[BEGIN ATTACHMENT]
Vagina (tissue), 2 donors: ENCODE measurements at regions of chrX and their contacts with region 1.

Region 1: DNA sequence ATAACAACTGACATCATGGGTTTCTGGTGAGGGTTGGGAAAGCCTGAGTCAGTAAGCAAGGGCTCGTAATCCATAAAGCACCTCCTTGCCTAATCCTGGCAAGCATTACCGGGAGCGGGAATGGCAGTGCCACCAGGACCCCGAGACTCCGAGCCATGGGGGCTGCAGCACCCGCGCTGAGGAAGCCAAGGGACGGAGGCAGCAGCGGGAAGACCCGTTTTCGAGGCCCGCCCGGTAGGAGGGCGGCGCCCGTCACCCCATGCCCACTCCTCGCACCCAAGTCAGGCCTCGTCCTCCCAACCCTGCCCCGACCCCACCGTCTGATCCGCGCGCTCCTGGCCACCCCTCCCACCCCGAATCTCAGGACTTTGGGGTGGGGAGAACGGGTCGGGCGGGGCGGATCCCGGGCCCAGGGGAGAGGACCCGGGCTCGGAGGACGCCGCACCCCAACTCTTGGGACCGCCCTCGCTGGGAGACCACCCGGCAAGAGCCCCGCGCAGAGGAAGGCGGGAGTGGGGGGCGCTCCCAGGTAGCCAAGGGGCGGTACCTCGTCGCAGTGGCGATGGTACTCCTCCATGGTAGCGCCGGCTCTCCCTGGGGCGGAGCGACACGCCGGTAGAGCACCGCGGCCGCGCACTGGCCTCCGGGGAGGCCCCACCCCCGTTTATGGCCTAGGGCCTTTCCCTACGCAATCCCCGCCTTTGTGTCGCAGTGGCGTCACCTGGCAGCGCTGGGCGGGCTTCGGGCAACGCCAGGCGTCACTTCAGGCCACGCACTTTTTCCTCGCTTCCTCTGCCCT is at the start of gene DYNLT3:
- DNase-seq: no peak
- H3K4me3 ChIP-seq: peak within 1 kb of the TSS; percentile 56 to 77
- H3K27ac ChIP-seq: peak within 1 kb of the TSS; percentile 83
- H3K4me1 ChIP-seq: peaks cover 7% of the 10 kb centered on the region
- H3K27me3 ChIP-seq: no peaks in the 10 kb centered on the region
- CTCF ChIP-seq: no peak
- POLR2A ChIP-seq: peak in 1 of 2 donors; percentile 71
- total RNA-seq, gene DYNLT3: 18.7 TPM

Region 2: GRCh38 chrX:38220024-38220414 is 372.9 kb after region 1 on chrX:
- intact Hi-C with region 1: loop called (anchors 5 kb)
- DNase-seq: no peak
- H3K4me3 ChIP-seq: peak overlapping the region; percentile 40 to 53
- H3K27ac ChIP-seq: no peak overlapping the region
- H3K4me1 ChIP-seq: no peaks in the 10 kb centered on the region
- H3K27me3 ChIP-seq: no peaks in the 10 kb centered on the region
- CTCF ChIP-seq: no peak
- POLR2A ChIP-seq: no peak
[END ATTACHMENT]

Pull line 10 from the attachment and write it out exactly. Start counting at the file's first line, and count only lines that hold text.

- total RNA-seq, gene DYNLT3: 18.7 TPM